Agri Business

Extraordinary circumstances of ECA not applicable to processors, other value chain players: Agri Secretary

Our Bureau New Delhi | Updated on June 26, 2020 Published on June 26, 2020

Agriculture Secretary Sanjay Agarwal   -  THE HINDU

Processors of agricultural produce and value chain providers are kept out of the purview of stock holding limit when extraordinary circumstances condition in the amended Essential Commodities Act is invoked due to price hike, Agriculture Secretary Sanjay Agarwal has said.

The Agricultural Secretary, who addressed a webinar organised by ag-tech start-up Agribazar on recent agricultural reforms on Thursday evening, was responding to questions raised by other participants.

On June 5, the government amended the Essential Commodities Act (ECA) of 1955 to keep major agricultural commodities such as cereals, pulses and oilseeds out of its purview and also brought in two ordinances that would allow trade in agricultural produce outside the conventional agricultural marketplace and offer fair price and protection to farmers who engage in contract farming with processors and other buyers of agricultural commodities.

“These extraordinary circumstances are not applicable to processors or value chain providers of any produce, whatever be the circumstances, for their annual capacity and even to the export commitments,” Agarwal said.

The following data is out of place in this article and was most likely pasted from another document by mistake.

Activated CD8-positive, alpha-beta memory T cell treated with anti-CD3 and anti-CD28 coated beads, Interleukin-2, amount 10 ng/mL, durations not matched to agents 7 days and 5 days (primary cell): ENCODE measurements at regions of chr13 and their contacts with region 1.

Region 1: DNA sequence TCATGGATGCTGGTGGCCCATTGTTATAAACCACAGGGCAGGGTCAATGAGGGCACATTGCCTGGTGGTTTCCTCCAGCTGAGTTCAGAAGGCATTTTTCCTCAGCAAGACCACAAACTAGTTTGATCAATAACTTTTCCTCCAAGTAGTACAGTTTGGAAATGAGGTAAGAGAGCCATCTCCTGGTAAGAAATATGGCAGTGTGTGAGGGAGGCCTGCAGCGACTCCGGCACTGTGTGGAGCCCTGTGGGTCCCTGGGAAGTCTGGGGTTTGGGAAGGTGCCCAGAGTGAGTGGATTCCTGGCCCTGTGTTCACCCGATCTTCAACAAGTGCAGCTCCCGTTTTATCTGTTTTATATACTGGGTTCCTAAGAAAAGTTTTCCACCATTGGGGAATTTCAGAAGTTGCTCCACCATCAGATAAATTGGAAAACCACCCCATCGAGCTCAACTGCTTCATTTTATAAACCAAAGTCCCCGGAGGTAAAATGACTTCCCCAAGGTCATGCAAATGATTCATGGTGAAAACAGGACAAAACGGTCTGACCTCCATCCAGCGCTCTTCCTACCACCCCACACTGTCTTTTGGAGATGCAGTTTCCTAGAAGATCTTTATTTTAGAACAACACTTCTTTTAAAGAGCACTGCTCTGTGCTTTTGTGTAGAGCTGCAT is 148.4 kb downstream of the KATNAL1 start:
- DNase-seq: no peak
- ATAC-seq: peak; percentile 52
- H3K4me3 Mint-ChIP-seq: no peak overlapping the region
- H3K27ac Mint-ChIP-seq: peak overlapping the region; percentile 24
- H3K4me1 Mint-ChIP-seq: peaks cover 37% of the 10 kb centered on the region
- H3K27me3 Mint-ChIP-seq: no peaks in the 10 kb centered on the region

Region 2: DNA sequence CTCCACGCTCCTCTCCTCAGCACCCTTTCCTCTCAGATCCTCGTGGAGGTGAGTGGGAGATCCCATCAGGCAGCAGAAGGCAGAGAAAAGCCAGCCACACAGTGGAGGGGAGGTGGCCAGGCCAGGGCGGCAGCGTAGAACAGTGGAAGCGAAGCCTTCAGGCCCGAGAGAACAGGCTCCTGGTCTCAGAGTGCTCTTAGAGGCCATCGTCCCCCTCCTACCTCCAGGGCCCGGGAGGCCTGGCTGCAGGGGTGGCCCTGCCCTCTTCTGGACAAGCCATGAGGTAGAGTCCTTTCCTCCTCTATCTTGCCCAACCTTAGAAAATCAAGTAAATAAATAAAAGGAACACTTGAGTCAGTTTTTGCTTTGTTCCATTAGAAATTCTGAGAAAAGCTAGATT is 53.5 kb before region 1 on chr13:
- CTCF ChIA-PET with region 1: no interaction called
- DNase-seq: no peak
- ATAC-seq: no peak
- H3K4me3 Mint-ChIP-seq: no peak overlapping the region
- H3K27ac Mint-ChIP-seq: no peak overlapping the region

Stock limit and regulation

Under the amended EC Act, agri-food produce can only be regulated under extraordinary circumstances such as war, famine, extraordinary price rise, and natural calamity. In the case of price hike, the trigger for involving the stock limit for perishable commodities is 100 per cent increase in the retail price of the commodity over the immediately preceding 12 months or the average retail price of the last five year, whichever is lower. And for non-perishable produce, the trigger is the price of 50 per cent.

Regarding level playing field for private e-marketplaces, the Agriculture Secretary said they will be treated at par with the State-sponsored eNAM (National Agriculture Market). “eNAM is a platform that works in mandis. The trade ordinances that the government came out with do not touch mandis. No special place is kept for eNAM in the ordinance. Both the government and private platforms will have equal footing,” he said.

According to Agarwal, the best part of the ordinance is all electronic platforms for agri produce can operate themselves. There is no registration or regulation required, except for the fact that they have to declare their fair trade modalities, payment modalities and logistic modalities. And they have to follow these modalities. The government has kept a provision for framing norms for this ecosystem at a later point, if required to use, he added.

Published on June 26, 2020
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